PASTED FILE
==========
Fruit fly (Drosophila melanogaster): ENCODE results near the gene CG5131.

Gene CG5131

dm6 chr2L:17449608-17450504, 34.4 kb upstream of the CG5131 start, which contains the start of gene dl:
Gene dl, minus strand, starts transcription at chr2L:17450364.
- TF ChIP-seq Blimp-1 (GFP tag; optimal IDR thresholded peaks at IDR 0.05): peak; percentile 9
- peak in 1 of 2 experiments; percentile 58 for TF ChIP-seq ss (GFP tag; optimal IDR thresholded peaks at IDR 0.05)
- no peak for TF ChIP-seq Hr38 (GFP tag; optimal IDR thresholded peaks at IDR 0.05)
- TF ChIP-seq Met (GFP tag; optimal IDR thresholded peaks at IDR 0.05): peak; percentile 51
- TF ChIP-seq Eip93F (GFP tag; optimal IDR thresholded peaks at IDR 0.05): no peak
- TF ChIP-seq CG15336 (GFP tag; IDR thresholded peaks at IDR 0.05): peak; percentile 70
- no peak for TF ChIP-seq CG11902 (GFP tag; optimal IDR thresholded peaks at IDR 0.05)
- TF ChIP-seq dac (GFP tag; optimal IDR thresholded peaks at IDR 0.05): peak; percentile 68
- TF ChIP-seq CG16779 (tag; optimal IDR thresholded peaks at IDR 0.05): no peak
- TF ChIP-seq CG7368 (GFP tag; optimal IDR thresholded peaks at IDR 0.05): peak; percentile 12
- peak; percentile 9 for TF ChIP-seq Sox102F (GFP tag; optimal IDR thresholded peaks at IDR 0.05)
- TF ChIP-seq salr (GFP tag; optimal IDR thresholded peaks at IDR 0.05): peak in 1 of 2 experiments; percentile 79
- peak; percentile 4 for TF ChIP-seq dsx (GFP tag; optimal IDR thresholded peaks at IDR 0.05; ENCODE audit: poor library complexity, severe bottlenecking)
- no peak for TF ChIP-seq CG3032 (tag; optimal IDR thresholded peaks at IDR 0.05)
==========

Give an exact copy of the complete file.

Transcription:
Fruit fly (Drosophila melanogaster): ENCODE results near the gene CG5131.

Gene CG5131

dm6 chr2L:17449608-17450504, 34.4 kb upstream of the CG5131 start, which contains the start of gene dl:
Gene dl, minus strand, starts transcription at chr2L:17450364.
- TF ChIP-seq Blimp-1 (GFP tag; optimal IDR thresholded peaks at IDR 0.05): peak; percentile 9
- peak in 1 of 2 experiments; percentile 58 for TF ChIP-seq ss (GFP tag; optimal IDR thresholded peaks at IDR 0.05)
- no peak for TF ChIP-seq Hr38 (GFP tag; optimal IDR thresholded peaks at IDR 0.05)
- TF ChIP-seq Met (GFP tag; optimal IDR thresholded peaks at IDR 0.05): peak; percentile 51
- TF ChIP-seq Eip93F (GFP tag; optimal IDR thresholded peaks at IDR 0.05): no peak
- TF ChIP-seq CG15336 (GFP tag; IDR thresholded peaks at IDR 0.05): peak; percentile 70
- no peak for TF ChIP-seq CG11902 (GFP tag; optimal IDR thresholded peaks at IDR 0.05)
- TF ChIP-seq dac (GFP tag; optimal IDR thresholded peaks at IDR 0.05): peak; percentile 68
- TF ChIP-seq CG16779 (tag; optimal IDR thresholded peaks at IDR 0.05): no peak
- TF ChIP-seq CG7368 (GFP tag; optimal IDR thresholded peaks at IDR 0.05): peak; percentile 12
- peak; percentile 9 for TF ChIP-seq Sox102F (GFP tag; optimal IDR thresholded peaks at IDR 0.05)
- TF ChIP-seq salr (GFP tag; optimal IDR thresholded peaks at IDR 0.05): peak in 1 of 2 experiments; percentile 79
- peak; percentile 4 for TF ChIP-seq dsx (GFP tag; optimal IDR thresholded peaks at IDR 0.05; ENCODE audit: poor library complexity, severe bottlenecking)
- no peak for TF ChIP-seq CG3032 (tag; optimal IDR thresholded peaks at IDR 0.05)